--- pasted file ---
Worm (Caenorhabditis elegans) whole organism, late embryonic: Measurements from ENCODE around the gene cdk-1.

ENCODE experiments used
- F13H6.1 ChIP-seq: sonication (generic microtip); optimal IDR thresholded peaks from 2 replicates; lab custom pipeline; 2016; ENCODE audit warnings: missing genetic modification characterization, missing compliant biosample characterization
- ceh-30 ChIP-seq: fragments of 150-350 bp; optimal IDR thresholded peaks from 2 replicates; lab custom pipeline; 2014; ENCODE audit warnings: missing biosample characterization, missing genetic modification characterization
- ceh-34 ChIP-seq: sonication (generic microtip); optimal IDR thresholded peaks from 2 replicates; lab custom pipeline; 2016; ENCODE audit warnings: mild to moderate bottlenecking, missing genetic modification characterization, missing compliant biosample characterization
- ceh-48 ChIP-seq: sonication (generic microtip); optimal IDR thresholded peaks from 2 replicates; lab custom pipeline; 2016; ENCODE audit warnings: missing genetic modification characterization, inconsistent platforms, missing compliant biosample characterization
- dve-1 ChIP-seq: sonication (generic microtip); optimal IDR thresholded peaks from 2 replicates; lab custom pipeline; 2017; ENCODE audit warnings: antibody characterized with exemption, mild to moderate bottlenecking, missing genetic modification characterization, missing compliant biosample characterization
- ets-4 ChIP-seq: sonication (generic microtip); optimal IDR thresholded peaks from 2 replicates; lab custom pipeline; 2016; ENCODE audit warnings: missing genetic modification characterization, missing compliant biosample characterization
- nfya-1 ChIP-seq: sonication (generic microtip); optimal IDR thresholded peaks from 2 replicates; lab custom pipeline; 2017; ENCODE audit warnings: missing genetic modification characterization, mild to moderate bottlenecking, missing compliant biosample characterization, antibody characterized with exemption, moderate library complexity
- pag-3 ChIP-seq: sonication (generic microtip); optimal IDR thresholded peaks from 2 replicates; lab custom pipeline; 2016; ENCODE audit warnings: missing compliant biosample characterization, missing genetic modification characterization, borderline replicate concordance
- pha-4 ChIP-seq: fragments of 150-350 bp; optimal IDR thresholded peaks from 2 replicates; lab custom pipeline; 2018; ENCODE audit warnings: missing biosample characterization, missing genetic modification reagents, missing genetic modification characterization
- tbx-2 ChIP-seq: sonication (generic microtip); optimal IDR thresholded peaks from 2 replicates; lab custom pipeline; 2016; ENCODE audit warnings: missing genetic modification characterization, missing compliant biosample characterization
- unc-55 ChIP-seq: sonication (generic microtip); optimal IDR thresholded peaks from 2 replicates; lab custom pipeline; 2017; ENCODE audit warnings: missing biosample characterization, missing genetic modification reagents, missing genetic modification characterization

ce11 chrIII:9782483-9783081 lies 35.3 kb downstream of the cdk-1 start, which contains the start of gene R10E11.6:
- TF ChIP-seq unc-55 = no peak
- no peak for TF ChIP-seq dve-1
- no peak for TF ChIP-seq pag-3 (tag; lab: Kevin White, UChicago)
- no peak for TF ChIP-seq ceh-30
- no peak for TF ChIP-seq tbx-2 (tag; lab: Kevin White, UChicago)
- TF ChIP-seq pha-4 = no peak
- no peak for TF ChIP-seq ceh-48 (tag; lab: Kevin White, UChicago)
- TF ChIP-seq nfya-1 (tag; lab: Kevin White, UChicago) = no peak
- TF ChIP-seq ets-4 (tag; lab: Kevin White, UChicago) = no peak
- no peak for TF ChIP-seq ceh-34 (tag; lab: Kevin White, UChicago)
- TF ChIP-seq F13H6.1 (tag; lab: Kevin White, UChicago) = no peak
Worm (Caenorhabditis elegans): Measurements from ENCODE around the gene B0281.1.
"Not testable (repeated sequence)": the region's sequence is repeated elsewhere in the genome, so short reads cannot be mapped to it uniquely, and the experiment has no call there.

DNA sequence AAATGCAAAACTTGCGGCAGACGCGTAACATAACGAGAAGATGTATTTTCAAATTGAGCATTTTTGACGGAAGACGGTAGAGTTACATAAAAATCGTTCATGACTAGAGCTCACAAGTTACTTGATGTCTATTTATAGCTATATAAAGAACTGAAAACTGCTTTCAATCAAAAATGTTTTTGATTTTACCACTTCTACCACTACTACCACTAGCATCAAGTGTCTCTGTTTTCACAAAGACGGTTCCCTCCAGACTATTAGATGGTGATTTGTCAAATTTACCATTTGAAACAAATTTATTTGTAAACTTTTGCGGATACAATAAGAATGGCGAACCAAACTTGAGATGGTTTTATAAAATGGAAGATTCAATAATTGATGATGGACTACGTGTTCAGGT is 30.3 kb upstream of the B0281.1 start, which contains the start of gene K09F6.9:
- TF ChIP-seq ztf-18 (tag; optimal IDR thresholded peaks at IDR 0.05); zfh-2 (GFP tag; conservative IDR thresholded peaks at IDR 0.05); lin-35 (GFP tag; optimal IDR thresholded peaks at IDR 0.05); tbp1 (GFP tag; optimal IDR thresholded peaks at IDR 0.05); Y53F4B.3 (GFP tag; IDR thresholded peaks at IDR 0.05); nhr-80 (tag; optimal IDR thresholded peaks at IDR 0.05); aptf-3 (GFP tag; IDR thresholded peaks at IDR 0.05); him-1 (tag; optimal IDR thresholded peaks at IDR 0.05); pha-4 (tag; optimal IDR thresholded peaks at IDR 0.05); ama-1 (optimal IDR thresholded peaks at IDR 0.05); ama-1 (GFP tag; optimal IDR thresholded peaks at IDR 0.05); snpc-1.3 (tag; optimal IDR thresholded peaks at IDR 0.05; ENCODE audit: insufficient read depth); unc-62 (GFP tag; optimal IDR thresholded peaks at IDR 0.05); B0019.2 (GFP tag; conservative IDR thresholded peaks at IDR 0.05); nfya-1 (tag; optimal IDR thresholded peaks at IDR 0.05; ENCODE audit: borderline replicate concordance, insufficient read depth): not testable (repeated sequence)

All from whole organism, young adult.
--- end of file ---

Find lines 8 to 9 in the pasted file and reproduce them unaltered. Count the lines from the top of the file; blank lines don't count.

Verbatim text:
- ets-4 ChIP-seq: sonication (generic microtip); optimal IDR thresholded peaks from 2 replicates; lab custom pipeline; 2016; ENCODE audit warnings: missing genetic modification characterization, missing compliant biosample characterization
- nfya-1 ChIP-seq: sonication (generic microtip); optimal IDR thresholded peaks from 2 replicates; lab custom pipeline; 2017; ENCODE audit warnings: missing genetic modification characterization, mild to moderate bottlenecking, missing compliant biosample characterization, antibody characterized with exemption, moderate library complexity